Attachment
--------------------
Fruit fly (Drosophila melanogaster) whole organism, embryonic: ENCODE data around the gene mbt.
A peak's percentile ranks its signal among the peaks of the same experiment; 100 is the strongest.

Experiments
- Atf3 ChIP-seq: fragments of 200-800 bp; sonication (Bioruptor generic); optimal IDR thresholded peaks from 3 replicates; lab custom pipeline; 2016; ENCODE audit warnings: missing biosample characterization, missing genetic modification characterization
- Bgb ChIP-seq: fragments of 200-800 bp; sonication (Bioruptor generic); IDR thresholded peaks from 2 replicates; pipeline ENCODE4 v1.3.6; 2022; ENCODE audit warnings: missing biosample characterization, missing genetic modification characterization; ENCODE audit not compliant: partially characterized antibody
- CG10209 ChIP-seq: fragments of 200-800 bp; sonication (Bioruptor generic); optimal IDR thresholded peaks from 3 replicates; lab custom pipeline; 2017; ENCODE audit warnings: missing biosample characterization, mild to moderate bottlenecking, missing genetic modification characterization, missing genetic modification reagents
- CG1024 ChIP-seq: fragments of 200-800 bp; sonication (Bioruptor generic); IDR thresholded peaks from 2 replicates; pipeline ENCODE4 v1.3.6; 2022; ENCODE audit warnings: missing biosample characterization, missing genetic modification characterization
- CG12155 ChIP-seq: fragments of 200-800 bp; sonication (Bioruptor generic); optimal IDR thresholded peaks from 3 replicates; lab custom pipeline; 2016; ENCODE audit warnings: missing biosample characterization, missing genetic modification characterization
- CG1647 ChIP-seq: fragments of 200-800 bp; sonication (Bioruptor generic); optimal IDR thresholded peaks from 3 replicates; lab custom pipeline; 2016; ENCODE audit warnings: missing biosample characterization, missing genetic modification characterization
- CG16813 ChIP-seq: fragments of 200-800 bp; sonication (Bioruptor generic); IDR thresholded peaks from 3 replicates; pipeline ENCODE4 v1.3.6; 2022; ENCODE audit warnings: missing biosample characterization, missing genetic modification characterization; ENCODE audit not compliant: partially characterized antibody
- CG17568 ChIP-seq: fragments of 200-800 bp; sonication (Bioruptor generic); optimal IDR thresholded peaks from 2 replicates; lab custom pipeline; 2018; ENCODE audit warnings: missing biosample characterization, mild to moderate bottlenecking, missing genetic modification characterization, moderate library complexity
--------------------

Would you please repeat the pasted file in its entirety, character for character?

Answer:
Fruit fly (Drosophila melanogaster) whole organism, embryonic: ENCODE data around the gene mbt.
A peak's percentile ranks its signal among the peaks of the same experiment; 100 is the strongest.

Experiments
- Atf3 ChIP-seq: fragments of 200-800 bp; sonication (Bioruptor generic); optimal IDR thresholded peaks from 3 replicates; lab custom pipeline; 2016; ENCODE audit warnings: missing biosample characterization, missing genetic modification characterization
- Bgb ChIP-seq: fragments of 200-800 bp; sonication (Bioruptor generic); IDR thresholded peaks from 2 replicates; pipeline ENCODE4 v1.3.6; 2022; ENCODE audit warnings: missing biosample characterization, missing genetic modification characterization; ENCODE audit not compliant: partially characterized antibody
- CG10209 ChIP-seq: fragments of 200-800 bp; sonication (Bioruptor generic); optimal IDR thresholded peaks from 3 replicates; lab custom pipeline; 2017; ENCODE audit warnings: missing biosample characterization, mild to moderate bottlenecking, missing genetic modification characterization, missing genetic modification reagents
- CG1024 ChIP-seq: fragments of 200-800 bp; sonication (Bioruptor generic); IDR thresholded peaks from 2 replicates; pipeline ENCODE4 v1.3.6; 2022; ENCODE audit warnings: missing biosample characterization, missing genetic modification characterization
- CG12155 ChIP-seq: fragments of 200-800 bp; sonication (Bioruptor generic); optimal IDR thresholded peaks from 3 replicates; lab custom pipeline; 2016; ENCODE audit warnings: missing biosample characterization, missing genetic modification characterization
- CG1647 ChIP-seq: fragments of 200-800 bp; sonication (Bioruptor generic); optimal IDR thresholded peaks from 3 replicates; lab custom pipeline; 2016; ENCODE audit warnings: missing biosample characterization, missing genetic modification characterization
- CG16813 ChIP-seq: fragments of 200-800 bp; sonication (Bioruptor generic); IDR thresholded peaks from 3 replicates; pipeline ENCODE4 v1.3.6; 2022; ENCODE audit warnings: missing biosample characterization, missing genetic modification characterization; ENCODE audit not compliant: partially characterized antibody
- CG17568 ChIP-seq: fragments of 200-800 bp; sonication (Bioruptor generic); optimal IDR thresholded peaks from 2 replicates; lab custom pipeline; 2018; ENCODE audit warnings: missing biosample characterization, mild to moderate bottlenecking, missing genetic modification characterization, moderate library complexity